If you're wondering, can I get a mortgage on a flying freehold? The answer is yes, but you'll need a flying freehold mortgage. Due to the complex legal covenants associated with these homes, some lenders will refuse to lend on this type of property. Getting a mortgage for this type of property is still possible, especially if only a small part of the property is flying freehold. However, most lenders will have specific criteria to meet before your mortgage application is accepted. These criteria will vary depending on the lender.
Freehold maisonettes and flats aren't very common. However, they do exist and can be more challenging to mortgage. There are also several legal issues to consider when flying freehold properties, and lenders typically consider applications on a case-by-case basis. Most lenders will only consider properties where the freehold makes up less than 20% of the total floor area, although this specific percentage can vary according to the lender.
Most flying freehold lenders require at least a 20% mortgage deposit, although some will accept 10% to 15%. Before a lender approves your application, your solicitor must confirm that there are sufficient rights of support and that there’s a process for enforcing maintenance or repair.
What Issues May Arise When Applying for a Flying Freehold Mortgage?
Each lender has its own approach to flying freeholds. Most will consider this type of property depending on the size of the flying freehold element covering the total floor area.
Issues can arise when mortgage lenders for flying freeholds look much deeper into the wording of the title deeds to ensure that the flying freehold elements have been documented accurately and all the appropriate covenants are in place. Flying freeholds must be registered with Land Registry. Otherwise, the property will be unmortgageable.
Additional complications may arise if there's no express agreement as each landowner will have limited rights to each other's property or land. One landowner cannot force the other to keep their property well maintained, even if one property element structurally depends on another or where the flying element is in disrepair and may harm the adjacent property. Furthermore, if an owner cannot carry out works on the property because of issues concerning rights of access. This can make getting finance very difficult as lenders prefer properties to have a clean title.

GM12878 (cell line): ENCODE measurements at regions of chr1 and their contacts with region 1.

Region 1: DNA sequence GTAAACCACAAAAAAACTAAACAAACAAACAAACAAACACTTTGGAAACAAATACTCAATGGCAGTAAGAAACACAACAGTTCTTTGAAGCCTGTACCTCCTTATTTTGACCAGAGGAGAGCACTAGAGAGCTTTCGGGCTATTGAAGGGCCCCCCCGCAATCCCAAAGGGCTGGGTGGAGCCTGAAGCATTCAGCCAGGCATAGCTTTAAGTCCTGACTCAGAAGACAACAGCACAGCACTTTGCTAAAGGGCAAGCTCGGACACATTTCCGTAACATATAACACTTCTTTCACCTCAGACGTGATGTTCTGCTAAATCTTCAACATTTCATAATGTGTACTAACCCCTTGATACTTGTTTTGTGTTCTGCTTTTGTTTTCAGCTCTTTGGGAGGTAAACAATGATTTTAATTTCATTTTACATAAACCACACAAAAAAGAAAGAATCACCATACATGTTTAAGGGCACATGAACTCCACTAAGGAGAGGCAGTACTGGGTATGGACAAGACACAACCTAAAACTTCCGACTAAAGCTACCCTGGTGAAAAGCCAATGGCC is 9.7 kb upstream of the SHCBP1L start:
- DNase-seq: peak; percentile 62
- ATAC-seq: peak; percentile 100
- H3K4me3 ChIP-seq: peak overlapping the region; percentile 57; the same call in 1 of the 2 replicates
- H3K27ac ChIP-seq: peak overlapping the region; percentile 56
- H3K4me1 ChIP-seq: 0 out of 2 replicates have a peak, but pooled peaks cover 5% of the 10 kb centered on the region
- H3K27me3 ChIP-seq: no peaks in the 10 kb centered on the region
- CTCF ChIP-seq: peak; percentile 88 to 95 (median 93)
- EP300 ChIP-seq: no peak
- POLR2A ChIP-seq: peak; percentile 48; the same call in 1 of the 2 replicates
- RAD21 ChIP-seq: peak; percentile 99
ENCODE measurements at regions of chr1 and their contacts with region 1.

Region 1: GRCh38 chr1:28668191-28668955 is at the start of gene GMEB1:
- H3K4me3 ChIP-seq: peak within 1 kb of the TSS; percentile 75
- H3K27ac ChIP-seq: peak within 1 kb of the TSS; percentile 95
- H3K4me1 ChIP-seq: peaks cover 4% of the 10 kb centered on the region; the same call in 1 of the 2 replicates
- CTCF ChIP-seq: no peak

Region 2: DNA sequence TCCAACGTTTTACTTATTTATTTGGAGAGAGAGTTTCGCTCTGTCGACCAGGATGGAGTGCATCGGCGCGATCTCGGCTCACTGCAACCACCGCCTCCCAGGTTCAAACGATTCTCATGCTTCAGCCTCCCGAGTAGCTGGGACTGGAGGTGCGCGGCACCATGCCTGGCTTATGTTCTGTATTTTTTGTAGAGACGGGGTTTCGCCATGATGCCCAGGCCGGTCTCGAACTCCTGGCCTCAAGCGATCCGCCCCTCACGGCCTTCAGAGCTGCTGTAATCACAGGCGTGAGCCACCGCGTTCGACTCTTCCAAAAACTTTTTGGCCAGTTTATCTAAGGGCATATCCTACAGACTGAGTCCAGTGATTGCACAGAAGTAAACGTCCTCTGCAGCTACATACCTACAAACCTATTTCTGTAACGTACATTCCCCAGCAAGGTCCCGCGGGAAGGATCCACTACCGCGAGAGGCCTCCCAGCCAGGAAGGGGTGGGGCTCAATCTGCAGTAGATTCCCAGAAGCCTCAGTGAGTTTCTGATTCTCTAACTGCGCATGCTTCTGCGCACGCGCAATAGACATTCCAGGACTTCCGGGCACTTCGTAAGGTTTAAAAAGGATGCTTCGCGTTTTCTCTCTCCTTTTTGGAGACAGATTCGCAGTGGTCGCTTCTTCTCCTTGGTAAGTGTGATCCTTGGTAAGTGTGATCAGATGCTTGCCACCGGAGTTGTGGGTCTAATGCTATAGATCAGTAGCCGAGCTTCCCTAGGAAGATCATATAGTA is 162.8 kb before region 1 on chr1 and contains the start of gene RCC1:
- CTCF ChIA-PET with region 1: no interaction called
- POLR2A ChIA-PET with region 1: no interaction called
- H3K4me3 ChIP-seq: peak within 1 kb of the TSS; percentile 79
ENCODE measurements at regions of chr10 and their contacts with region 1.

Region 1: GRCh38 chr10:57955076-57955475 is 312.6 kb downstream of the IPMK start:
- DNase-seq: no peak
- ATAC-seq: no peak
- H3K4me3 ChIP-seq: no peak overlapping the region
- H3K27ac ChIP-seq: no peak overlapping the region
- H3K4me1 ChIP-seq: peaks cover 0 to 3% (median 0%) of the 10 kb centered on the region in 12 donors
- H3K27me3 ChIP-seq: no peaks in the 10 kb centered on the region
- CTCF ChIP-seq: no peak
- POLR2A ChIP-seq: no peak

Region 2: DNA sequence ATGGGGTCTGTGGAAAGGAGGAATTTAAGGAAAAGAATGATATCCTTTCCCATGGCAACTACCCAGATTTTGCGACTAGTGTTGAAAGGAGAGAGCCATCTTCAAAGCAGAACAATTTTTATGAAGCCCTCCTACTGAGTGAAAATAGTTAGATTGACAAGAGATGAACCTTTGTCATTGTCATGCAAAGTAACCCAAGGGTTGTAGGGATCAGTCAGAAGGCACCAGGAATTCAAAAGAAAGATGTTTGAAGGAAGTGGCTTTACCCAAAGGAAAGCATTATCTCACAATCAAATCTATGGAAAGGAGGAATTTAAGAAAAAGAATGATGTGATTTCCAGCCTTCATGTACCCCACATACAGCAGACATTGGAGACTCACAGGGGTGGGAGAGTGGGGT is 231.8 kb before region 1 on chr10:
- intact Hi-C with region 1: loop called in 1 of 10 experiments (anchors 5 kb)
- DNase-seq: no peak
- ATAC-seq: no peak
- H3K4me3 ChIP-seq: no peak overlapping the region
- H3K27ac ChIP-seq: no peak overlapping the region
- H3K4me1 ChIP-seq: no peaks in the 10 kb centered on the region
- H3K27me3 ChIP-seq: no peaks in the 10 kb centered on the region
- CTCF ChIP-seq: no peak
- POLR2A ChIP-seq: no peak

Examples of Lender Restrictions
Here are some examples of which lenders will consider a mortgage on flying freehold property and the restrictions they may impose:
Flying Freehold Criteria
Nationwide Building Society
Coventry Building Society
Suffolk Building Society
Mansfield Building Society
These are just a few of the lenders that offer flying freehold mortgages. The best way to find the right lender for a flying freehold mortgage is by speaking to our team of independent mortgage brokers at John Charcol.
What Should I Look Out for When Buying a Flying Freehold Property?
If you’re considering buying a flying freehold property, you must check that the flying freehold has been correctly established. The flying freehold should be reflected in the title deeds irrespective of whether or not they’re registered at the Land Registry for either underlying or overhanging properties.
There should also be the necessary covenants that provide the necessary rights to enter the next-door property to repair or inspect as required. These covenants must also prevent your neighbours from making alterations to their property which may impact the structural integrity of the part of the building that overhangs or underlies yours.
According to the Neighbouring Land Act 2002, property owners are entitled to access adjacent properties to make necessary repairs to their own property, but not their neighbour's property. This can become challenging if the condition of the next-door property affects your ability to repair your own. A new deed of covenant can be created between two freehold owners, giving them equal rights and obligations. But this doesn't automatically transfer to new owners. They would have to agree to this agreement to be upheld after the sale. It can be a long and expensive process, but it can sometimes offer an immediate solution.
Mortgage lenders for flying freehold mortgages will typically require you to arrange flying freehold indemnity insurance as a condition of approving the mortgage. There are specialist insurance providers who offer this type of cover. Indemnity insurance is essential for the homeowner as it provides compensation should the flying freehold status be omitted from the property deeds. It can also finance any legal issues a homeowner may face with neighbouring freeholders should they arise. Your indemnity insurance cover may become invalidated if you make any structural renovations to the property. Therefore, it's important that you carefully read the terms of the policy.